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Dionysia


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Many festivals of Dionysus had special names, e.g. Anthesteria, Lenaea, etc. This article concerns those Attic festivals known as (a) the Rural Dionysia, and (b) the City or Great Dionysia. Festivals of Dionysus were widespread throughout the Greek world, but we know most about the Attic ones, for which almost all surviving Greek drama was written.(a) The Rural Dionysia were celebrated, on various days by the different demes, in the month of Posideon (roughly December). They provided an opportunity for the locality to reproduce elements of the City Dionysia, and we hear of performances of tragedy, comedy, and dithyramb. There survive various inscriptions concerning the proceedings. In Aristophanes' Acharnians Dicaeopolis goes home to celebrate the festival: he draws up a little sacrificial procession in which his daughter is kanēphoros (‘basket‐bearer’), two slaves carry the phallus, Dicaeopolis himself sings an obscene song to Phales, and his wife watches from the roof. The song may be of the kind from which, acc. to Aristotle, comedy originated.(b) The City Dionysia belonged to Dionysus Eleuthereus, who was said to have been introduced into Athens from the village of Eleutherae, on the borders of Attica and Boeotia. The festival is generally regarded as having been founded, or at least amplified, during the tyranny of Pisistratus. But in fact the archaeological, epigraphic, and literary evidence is so uncertain as to be no less consistent with a date for its foundation right at the end of the 6th cent., just after the establishment of democracy, in which case the title ‘Eleuthereus’ would perhaps have been taken to connote political liberty.The festival was celebrated at the end of March, when the city was again full of visitors after the winter. On 10 Elaphebolion, a splendid procession followed an unknown route to the sacred precinct (next to the theatre), where animals were sacrificed and bloodless offerings made. In the procession were carried phalli, loaves, bowls, etc., and the metics were dressed in red. The theatrical performances took place from the 11th to the 14th. Their precise arrangement is unknown, but normal practice in the Classical period was as follows. Three tragedians competed, each with three tragedies and a satyr‐play (see satyric drama). There were five comic poets, each competing with a single play. And each of the ten tribes provided one dithyrambic chorus for the men's contest and one for the boys'. Before the performance of the tragedies the sons of citizens killed in battle were paraded in full armour in the theatre, and so was the tribute brought by Athens' allies. Various fragmentary inscriptions survive with the remains of lists of the annual performances (or victors). See also choregia; didaskalia; proagon; tragedy.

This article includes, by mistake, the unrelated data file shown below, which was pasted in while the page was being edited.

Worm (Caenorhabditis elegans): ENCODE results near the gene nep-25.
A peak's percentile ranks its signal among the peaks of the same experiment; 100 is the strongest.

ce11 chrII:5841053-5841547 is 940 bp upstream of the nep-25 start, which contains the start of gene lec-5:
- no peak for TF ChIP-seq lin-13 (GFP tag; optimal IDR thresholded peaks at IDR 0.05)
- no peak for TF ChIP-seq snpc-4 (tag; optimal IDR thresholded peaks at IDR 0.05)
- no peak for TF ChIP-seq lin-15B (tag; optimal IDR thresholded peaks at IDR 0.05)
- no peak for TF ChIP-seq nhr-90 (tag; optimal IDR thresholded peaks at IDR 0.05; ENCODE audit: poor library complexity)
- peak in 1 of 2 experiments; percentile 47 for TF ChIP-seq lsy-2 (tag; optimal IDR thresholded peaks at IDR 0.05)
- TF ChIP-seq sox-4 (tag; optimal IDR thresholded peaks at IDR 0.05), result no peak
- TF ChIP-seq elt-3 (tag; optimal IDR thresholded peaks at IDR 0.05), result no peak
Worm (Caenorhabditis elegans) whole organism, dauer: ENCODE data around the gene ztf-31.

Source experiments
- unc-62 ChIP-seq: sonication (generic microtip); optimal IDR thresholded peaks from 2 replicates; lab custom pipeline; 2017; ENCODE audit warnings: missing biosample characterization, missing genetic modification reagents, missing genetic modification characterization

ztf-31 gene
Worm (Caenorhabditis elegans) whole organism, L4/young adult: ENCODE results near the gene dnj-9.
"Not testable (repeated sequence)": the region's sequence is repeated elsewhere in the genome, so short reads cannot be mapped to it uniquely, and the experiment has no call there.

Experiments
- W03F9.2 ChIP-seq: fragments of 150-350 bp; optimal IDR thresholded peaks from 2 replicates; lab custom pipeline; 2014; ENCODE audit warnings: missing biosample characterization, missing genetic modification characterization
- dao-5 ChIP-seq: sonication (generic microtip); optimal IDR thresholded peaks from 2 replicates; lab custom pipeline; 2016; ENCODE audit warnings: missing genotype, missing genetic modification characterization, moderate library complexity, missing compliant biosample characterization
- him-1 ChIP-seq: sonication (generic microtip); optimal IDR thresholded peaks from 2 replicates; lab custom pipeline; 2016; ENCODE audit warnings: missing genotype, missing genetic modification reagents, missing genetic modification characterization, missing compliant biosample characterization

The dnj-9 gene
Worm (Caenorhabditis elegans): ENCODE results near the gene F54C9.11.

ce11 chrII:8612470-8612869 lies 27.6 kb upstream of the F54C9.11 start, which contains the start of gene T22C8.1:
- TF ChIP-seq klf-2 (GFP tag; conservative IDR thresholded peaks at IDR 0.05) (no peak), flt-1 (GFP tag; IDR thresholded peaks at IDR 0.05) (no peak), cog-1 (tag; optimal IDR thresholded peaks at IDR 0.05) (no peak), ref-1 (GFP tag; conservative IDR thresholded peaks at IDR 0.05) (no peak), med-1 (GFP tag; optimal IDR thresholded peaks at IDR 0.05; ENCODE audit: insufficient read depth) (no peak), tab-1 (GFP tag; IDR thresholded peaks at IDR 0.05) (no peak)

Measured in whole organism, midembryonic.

(a) The Rural Dionysia were celebrated, on various days by the different demes, in the month of Posideon (roughly December). They provided an opportunity for the locality to reproduce elements of the City Dionysia, and we hear of performances of tragedy, comedy, and dithyramb. There survive various inscriptions concerning the proceedings. In Aristophanes' Acharnians Dicaeopolis goes home to celebrate the festival: he draws up a little sacrificial procession in which his daughter is kanēphoros (‘basket‐bearer’), two slaves carry the phallus, Dicaeopolis himself sings an obscene song to Phales, and his wife watches from the roof. The song may be of the kind from which, acc. to Aristotle, comedy originated.

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Subjects: Theatre — Classical Studies.


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